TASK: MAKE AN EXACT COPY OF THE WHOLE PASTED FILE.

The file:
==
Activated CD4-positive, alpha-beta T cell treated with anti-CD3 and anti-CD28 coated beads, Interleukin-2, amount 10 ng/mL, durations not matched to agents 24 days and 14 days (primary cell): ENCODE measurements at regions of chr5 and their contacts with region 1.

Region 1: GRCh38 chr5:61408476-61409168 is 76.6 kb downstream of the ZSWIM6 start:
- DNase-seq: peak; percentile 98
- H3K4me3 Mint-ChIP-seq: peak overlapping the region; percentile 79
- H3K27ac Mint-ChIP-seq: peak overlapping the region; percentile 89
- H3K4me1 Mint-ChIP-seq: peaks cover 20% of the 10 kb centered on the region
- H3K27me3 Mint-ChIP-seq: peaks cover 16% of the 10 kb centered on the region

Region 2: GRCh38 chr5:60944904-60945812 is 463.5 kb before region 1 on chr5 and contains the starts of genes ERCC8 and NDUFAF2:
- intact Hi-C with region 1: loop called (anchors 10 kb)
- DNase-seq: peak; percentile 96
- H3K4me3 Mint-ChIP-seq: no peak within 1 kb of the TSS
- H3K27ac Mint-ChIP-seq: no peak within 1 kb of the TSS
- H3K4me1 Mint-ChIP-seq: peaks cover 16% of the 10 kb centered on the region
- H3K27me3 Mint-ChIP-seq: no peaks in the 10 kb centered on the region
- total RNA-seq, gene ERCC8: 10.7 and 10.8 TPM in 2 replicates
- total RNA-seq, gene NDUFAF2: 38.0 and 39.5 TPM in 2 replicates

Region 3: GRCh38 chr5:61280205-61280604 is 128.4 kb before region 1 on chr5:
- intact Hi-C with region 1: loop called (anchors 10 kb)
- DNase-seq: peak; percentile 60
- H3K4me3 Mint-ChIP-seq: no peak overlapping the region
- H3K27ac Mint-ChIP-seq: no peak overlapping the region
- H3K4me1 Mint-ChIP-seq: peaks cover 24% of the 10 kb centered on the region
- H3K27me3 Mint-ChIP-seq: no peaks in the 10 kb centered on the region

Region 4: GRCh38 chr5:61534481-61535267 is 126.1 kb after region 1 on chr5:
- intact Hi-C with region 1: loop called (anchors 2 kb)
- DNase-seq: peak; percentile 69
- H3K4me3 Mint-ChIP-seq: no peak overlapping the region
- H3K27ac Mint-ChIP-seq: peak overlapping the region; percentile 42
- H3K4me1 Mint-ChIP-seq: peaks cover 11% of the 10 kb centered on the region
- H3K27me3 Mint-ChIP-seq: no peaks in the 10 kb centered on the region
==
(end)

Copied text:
Activated CD4-positive, alpha-beta T cell treated with anti-CD3 and anti-CD28 coated beads, Interleukin-2, amount 10 ng/mL, durations not matched to agents 24 days and 14 days (primary cell): ENCODE measurements at regions of chr5 and their contacts with region 1.

Region 1: GRCh38 chr5:61408476-61409168 is 76.6 kb downstream of the ZSWIM6 start:
- DNase-seq: peak; percentile 98
- H3K4me3 Mint-ChIP-seq: peak overlapping the region; percentile 79
- H3K27ac Mint-ChIP-seq: peak overlapping the region; percentile 89
- H3K4me1 Mint-ChIP-seq: peaks cover 20% of the 10 kb centered on the region
- H3K27me3 Mint-ChIP-seq: peaks cover 16% of the 10 kb centered on the region

Region 2: GRCh38 chr5:60944904-60945812 is 463.5 kb before region 1 on chr5 and contains the starts of genes ERCC8 and NDUFAF2:
- intact Hi-C with region 1: loop called (anchors 10 kb)
- DNase-seq: peak; percentile 96
- H3K4me3 Mint-ChIP-seq: no peak within 1 kb of the TSS
- H3K27ac Mint-ChIP-seq: no peak within 1 kb of the TSS
- H3K4me1 Mint-ChIP-seq: peaks cover 16% of the 10 kb centered on the region
- H3K27me3 Mint-ChIP-seq: no peaks in the 10 kb centered on the region
- total RNA-seq, gene ERCC8: 10.7 and 10.8 TPM in 2 replicates
- total RNA-seq, gene NDUFAF2: 38.0 and 39.5 TPM in 2 replicates

Region 3: GRCh38 chr5:61280205-61280604 is 128.4 kb before region 1 on chr5:
- intact Hi-C with region 1: loop called (anchors 10 kb)
- DNase-seq: peak; percentile 60
- H3K4me3 Mint-ChIP-seq: no peak overlapping the region
- H3K27ac Mint-ChIP-seq: no peak overlapping the region
- H3K4me1 Mint-ChIP-seq: peaks cover 24% of the 10 kb centered on the region
- H3K27me3 Mint-ChIP-seq: no peaks in the 10 kb centered on the region

Region 4: GRCh38 chr5:61534481-61535267 is 126.1 kb after region 1 on chr5:
- intact Hi-C with region 1: loop called (anchors 2 kb)
- DNase-seq: peak; percentile 69
- H3K4me3 Mint-ChIP-seq: no peak overlapping the region
- H3K27ac Mint-ChIP-seq: peak overlapping the region; percentile 42
- H3K4me1 Mint-ChIP-seq: peaks cover 11% of the 10 kb centered on the region
- H3K27me3 Mint-ChIP-seq: no peaks in the 10 kb centered on the region